Infiniti has also designed the second row to tilt and slide forward to provide a 22-inch walkthrough to the third row on either side of the vehicle. In fact, passengers can access the third row even with a child's car seat in the second row. The walkthrough shrinks to 8 inches, but that's far more than any competitor.
We do have a couple of issues with all of this second-row flexibility. First, while room is plentiful, the seat bottoms are too low and too flat to provide good comfort on long trips. Second, it's odd that Infiniti offers only a second-row bench. Two buckets with a walkthrough or a center console would add versatility for different types of customers.
The third row has decent headroom, but it also has seat bottoms that sit too low. Adults will fit back there, but only with the second-row seats moved far forward. The third row is best for kids.
Total cargo space is competitive. With all the seats up, there is a rather small 15.8 cubic feet of cargo space. With the third row down, there is as much as 47.3 cubic feet of space, which is plenty for a week's worth of groceries for the family. With all the seats folded down, space expands to 76.5 cubic feet, which trails the Acura MDX by 8.0 cubic feet, but is still wide and cavernous.
On the Road
Infiniti has forged a reputation for sporty driver's vehicles, even its crossover models. The Infiniti FX and EX are both based on rear-drive platforms and handle more like sport sedans than SUVs. The 2013 JX takes a different tack. Instead of sharp steering and flat cornering, it is more subdued and family oriented.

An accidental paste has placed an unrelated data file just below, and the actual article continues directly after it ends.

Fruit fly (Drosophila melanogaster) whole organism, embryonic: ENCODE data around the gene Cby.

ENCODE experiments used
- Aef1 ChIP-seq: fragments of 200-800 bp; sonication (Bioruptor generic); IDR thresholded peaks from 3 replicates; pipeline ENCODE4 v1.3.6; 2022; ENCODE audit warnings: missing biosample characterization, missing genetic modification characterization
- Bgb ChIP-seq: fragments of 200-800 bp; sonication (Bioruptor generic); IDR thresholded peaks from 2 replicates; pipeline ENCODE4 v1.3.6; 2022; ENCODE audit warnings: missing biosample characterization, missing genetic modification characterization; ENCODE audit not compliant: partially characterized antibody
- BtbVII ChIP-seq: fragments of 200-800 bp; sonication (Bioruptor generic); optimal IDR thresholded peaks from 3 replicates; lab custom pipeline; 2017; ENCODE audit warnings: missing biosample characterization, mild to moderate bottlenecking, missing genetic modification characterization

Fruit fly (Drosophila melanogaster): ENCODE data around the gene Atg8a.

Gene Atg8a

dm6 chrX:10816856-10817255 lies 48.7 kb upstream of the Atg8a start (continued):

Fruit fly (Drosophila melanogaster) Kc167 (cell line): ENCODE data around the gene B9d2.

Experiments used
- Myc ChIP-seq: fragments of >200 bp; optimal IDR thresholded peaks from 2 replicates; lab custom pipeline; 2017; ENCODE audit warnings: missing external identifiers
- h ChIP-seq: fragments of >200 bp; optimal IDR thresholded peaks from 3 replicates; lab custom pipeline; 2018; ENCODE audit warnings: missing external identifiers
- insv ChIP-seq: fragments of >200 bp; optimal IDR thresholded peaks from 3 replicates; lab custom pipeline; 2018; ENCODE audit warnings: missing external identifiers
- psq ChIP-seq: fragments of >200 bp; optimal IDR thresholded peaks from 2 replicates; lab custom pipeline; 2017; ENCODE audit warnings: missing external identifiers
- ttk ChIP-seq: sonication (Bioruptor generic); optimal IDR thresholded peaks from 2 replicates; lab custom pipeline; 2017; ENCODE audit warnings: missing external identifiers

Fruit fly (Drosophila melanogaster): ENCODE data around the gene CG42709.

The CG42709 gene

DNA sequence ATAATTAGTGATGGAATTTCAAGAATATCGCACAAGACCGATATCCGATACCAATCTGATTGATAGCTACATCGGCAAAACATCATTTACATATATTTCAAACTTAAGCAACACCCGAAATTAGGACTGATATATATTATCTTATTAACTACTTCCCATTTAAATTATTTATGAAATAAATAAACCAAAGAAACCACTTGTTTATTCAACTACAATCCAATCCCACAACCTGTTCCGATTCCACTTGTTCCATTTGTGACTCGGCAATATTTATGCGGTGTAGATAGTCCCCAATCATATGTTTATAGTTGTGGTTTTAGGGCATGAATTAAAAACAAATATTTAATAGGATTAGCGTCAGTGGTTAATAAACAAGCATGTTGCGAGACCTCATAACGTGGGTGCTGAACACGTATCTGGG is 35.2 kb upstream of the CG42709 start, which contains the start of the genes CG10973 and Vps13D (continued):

The JX rides a new front-wheel-drive unibody platform that it will share with the forthcoming Nissan Pathfinder. The JX leans more in turns than any Infiniti other than the large, truck-based QX56. The steering is predictable, but slower and less direct than we've come to expect for Infiniti. Nonetheless, the ride is smooth and controlled, limiting head toss and ironing out bumps. It's quite similar to the JX's main rivals, the equally pleasant Acura MDX and Audi Q7.
Engine performance is conservative but capable as well. The familiar 3.5-liter V6 offers plenty of pep to get the JX underway and it provides decent passing response, but it's slightly detuned, and there is no V8 alternative as there is in the FX. Infiniti isn't providing zero-to-60-mph numbers, but we're guessing they are in the 7.5- to 8.0-second range, which is competitive.
Infiniti also provides a drive-mode selector with settings for Standard, Sport, Snow and Eco. The selector changes only the transmission tuning and throttle response, with Sport mode being more aggressive, Eco less so, and Snow adjusting the gearing to help prevent the wheels from spinning when starting out on slippery surfaces.
Right for You?
Families who need to carry up to seven passengers in comfort but don't want the stigma of driving a minivan will be well served by the 2013 Infiniti JX. The space is quite useful, the ride comfortable and the environment luxurious. It may not be as sporty as other Infiniti models, but as a family-oriented vehicle it doesn't need to. Buyers looking for sportier handling and a firmer ride will be better served by the BMW X5.
(As part of a sponsored press event, the automaker provided MSN with travel and accommodations to facilitate this report.)
Kirk Bell has served as the associate publisher for Consumer Guide Automotive and editor of Scale Auto Enthusiast magazine. A Midwest native, Bell brings 18 years of automotive journalism experience to MSN, and currently contributes to JDPower.com and Kelley Blue Book's kbb.com.